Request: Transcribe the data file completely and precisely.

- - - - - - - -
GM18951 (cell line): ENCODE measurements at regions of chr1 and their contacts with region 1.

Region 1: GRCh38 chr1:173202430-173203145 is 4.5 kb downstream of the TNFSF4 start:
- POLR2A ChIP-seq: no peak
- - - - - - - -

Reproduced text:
GM18951 (cell line): ENCODE measurements at regions of chr1 and their contacts with region 1.

Region 1: GRCh38 chr1:173202430-173203145 is 4.5 kb downstream of the TNFSF4 start:
- POLR2A ChIP-seq: no peak